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How to re-enable plugins in Chrome that are blocked by Google starting 2015

Web browser plugins are being used by many Internet users even though their use is in decline. Most companies that produce browsers try to get away from the plugin architecture, or at least the old one that has been in use since the Netscape days.

Reasons for doing so are security, stability and support for mobile devices.

Google announced in 2013 that it will start to block old NPAPI plugins in the Chrome browser eventually and started in January 2014 to reduce the impact that plugins have in the browser.

Chrome is currently allowing whitelisted plugins to run while all others are blocked automatically.

The company announced today that it will start to block all NPAPI plugins in all versions of Google Chrome starting January 2015.

The timeline looks like this:

  • January 2015 -- Google removes the whitelist which allows popular plugins to be run currently in the browser. Whitelisted plugins are Silverlight, Unity, Google Earth, Java, Google Talk and Facebook Video. This means that all NPAPI plugins are blocked from running in Chrome from that month onwards.
  • April 2015 -- NPAPI support is disabled in Google Chrome and all browser extensions that require NPAPI plugins will be unpublished from the Chrome Web Store.
  • September 2015 -- The company will disable the override that companies and individuals can use to enable NPAPI plugins.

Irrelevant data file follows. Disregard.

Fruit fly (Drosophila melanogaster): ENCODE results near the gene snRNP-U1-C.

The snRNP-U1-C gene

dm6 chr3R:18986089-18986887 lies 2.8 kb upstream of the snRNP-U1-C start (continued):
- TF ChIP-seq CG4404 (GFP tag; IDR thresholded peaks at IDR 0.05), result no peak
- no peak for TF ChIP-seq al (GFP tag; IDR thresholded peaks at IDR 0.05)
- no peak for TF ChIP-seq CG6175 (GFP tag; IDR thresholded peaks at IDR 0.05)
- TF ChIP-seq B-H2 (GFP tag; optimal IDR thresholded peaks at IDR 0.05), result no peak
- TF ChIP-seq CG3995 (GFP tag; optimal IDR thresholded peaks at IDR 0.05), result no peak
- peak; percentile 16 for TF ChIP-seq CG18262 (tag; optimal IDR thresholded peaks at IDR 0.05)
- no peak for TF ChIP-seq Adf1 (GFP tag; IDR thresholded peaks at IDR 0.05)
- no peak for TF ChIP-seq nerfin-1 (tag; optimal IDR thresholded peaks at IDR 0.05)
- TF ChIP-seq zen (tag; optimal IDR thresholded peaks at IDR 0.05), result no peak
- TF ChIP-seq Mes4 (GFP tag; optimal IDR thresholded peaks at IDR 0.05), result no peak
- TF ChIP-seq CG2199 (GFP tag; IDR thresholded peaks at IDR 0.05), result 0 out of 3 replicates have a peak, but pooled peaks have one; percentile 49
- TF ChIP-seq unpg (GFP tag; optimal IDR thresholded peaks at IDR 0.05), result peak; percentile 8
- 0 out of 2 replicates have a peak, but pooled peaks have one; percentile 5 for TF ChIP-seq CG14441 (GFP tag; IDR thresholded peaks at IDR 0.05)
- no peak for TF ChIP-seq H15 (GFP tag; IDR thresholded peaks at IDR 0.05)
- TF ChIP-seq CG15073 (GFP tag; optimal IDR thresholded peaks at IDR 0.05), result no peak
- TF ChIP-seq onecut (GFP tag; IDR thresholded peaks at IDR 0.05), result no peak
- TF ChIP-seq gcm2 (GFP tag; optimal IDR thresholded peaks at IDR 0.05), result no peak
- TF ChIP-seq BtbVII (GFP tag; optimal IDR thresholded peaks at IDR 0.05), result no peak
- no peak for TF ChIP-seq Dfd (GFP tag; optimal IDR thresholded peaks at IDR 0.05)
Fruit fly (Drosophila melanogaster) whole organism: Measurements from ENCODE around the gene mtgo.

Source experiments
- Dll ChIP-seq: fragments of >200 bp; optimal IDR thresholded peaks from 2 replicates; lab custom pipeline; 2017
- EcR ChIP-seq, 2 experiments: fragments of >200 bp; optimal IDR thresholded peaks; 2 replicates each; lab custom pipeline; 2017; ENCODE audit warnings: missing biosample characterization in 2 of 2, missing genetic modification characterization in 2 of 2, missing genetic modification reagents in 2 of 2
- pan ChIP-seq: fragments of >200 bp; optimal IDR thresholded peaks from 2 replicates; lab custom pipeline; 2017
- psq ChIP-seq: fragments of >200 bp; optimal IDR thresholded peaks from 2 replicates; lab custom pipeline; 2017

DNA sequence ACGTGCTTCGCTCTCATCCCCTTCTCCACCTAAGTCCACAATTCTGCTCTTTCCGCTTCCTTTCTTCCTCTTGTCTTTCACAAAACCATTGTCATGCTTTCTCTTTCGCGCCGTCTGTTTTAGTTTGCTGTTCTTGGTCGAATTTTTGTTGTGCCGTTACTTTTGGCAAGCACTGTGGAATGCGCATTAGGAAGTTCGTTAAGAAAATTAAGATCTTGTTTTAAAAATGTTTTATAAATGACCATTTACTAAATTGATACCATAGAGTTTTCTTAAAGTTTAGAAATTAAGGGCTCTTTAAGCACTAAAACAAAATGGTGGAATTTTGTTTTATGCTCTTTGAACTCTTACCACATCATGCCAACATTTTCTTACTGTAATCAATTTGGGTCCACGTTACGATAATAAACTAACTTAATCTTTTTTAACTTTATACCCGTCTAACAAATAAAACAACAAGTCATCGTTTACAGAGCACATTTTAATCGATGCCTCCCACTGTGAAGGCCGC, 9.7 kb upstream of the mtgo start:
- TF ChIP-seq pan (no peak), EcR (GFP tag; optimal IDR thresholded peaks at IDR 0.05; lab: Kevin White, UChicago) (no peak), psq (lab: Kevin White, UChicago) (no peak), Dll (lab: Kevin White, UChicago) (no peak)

Google published usage information of popular plugins and all are on the decline. Silverlight usage fell from 15% in September 13 to 11% in October 14. Java dropped from 8.9% to 3.7% and Unity from 9.1% to 1.9%.

Flash is not affected by the move in Chrome as Google is maintaining a custom version of Flash called Pepper Flash that uses a new plugin framework specific to the browser.

Workaround until September 2015

chrome plugins

Users and organizations who need to use plugins in Chrome can do so until September 2015 provided that they re-enable the use of NPAPI plugins in the browser.

Google plans to implement an override, accessible on the browser's experimental page: chrome://flags/#enable-npapi 

When set to enabled, it will re-enable support for NPAPI plugins.

This override re-enables NPAPI so that plugins can still be used. This option will be removed in September 2015 and close down any possibility to run these types of plugins in the browser.

The only option remaining at that point in time is to switch to another browser that still supports plugins.

Tip: a list of plugins recognized by the browser is available when you load chrome://plugins in the address bar.

Enterprise users can use the EnabledPlugins policy to enable specific plugins. The option won't be available anymore after September 2015 as well.

Now You: What's your take on Google's move? Good, too early, bad?

This article was first seen on ComTek's "TekBits" Technology News


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